"There's a quasi-religious feeling to the message coming from them. They are trying to convince us that not only are they our saviors, but that we are our saviors – not hard work, not accomplishment, just 'believing in ourselves' and what we can accomplish together through government," she notes. "I believe in a humbler, less self-involved America."
Palin does not spare First Lady Michelle Obama either, criticizing her for comments she made on the campaign trail in 2008, saying that for the first time in her "adult lifetime, I am really proud of my country."
"Certainly his wife expressed this view when she said during the 2008 campaign that she had never felt proud of her country until her husband started winning elections," Palin writes. "In retrospect, I guess this shouldn't surprise us, since both of them spent almost two decades in the pews of the Reverend Jeremiah Wright's church listening to his rants against America and white people."
She weaves in references to literature (Alexis de Toqueville's "Democracy in America," the poems of Emily Dickinson), film ("The Forty Year Old Virgin" and "Saving Private Ryan") and political figures she admires (she quotes liberally from Ronald Reagan).
But the book is unmistakably a political work designed to fire up her base -- in particular, members of the Tea Party movement with whom she has sought to associate herself.
"The mainstream media has been working overtime to portray these Americans as angry and bigoted. But I look out and see happy faces – faces of all ages, genders, and hues," Palin writes, noting that her own aunt and uncle have participated in Tea Party events. "I realized that the Tea Partiers are my uncle Ron and aunt Kate: normal Americans who haven't necessarily been involved in national politics before but are turned on to this movement because they love America and they don't like what they see happening to her."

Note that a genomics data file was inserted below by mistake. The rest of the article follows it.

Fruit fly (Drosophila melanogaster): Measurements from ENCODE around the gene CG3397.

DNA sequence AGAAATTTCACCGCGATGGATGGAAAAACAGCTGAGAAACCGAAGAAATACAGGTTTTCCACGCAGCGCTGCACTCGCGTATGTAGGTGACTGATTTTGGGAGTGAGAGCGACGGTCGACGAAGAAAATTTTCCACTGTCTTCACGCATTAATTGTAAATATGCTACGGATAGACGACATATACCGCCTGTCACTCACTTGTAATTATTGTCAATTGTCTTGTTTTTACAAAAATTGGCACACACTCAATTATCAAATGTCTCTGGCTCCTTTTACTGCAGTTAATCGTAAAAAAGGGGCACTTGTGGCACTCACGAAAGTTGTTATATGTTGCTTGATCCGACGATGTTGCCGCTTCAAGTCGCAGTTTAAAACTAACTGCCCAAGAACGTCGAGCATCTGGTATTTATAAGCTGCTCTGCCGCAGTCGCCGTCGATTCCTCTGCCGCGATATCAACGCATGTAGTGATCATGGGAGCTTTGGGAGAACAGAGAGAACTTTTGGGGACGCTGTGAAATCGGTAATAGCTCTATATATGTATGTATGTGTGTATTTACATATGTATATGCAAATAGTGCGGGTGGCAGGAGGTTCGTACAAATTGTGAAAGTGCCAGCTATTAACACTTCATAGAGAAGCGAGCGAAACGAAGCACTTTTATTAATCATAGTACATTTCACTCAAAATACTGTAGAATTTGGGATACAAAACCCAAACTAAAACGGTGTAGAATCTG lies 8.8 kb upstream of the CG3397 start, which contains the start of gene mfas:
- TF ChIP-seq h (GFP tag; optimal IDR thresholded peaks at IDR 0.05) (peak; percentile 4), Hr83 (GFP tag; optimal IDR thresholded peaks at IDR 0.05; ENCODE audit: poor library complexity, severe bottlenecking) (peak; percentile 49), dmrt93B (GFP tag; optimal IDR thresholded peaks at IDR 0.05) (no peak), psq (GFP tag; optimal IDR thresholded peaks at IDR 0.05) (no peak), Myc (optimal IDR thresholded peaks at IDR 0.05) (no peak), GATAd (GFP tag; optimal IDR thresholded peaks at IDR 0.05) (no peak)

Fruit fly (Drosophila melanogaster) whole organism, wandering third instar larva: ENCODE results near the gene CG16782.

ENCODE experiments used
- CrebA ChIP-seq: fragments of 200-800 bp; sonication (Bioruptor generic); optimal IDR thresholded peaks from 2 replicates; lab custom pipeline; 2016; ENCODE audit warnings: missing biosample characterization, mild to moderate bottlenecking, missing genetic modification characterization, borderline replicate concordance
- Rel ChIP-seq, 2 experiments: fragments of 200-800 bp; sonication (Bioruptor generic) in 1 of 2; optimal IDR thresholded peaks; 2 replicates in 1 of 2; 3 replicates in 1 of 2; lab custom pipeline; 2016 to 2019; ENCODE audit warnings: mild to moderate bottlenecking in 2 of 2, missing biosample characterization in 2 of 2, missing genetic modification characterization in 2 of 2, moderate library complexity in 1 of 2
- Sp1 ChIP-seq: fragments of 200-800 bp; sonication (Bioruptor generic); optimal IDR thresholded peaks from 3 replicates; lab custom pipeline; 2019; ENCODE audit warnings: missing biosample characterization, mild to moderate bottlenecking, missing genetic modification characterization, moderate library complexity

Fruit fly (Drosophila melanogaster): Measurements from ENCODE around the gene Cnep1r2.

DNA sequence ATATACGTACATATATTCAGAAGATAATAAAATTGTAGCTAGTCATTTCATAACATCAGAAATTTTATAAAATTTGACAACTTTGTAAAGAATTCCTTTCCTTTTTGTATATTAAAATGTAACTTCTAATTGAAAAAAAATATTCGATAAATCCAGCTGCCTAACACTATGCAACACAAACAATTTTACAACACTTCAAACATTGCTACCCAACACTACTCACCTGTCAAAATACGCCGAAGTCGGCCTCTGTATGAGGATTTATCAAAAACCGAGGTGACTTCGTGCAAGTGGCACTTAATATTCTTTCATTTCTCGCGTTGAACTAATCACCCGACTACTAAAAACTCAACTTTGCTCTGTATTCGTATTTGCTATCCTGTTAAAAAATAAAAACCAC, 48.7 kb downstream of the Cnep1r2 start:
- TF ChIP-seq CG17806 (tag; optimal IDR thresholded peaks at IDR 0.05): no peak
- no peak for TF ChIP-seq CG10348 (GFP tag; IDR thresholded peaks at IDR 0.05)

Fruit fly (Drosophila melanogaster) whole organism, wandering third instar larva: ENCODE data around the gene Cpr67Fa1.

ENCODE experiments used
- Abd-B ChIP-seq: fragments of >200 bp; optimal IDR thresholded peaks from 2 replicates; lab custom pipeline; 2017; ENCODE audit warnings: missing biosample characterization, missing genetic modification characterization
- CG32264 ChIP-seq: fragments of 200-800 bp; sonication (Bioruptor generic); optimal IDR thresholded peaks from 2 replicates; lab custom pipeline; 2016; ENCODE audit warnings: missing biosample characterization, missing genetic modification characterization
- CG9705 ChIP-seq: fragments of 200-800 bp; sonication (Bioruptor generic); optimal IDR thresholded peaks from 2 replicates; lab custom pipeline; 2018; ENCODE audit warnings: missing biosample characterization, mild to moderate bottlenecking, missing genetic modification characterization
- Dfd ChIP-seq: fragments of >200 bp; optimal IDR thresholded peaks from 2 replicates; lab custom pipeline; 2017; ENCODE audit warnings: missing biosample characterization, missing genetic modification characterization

Although Palin writes at length about the joys of her large family -- she calls them "her true north" -- she does not shy away from the private dramas that have become fodder for entertainment magazines and gossip columns.
Palin mentions her daughter Bristol's ex-boyfriend, Levi Johnston, in less than flattering terms.
"We all had to bite our tongues -- more than once -- as Tripp's father went on a media tour through Hollywood and New York, spreading untruths and exaggerated rhetoric. It was disgusting to watch," she writes.
Palin also warns of the danger of "American Idol," writing that contests are "self-esteem-enhanced but talent deprived performers" who "eventually learn the truth."
"After they've embarrassed themselves for the benefit of the producers, they are told in no uncertain terms that they, in fact, can't sing, regardless of what they have been told by others."
She does not, however, reach the same conclusion about Bristol, who is a finalist on the ABC's dance competition, "Dancing With the Stars." Her mother calls Bristol a better role model than the 1990's television character, Murphy Brown.
"Which is the more courageous course for a young, single mother: to sit down and shut up and avoid the critics," Palin writes, "or to speak out in a painfully honest way about how tough single parenting is? I'm biased of course, but given a choice of role models between Bristol and Murphy Brown, I choose Bristol."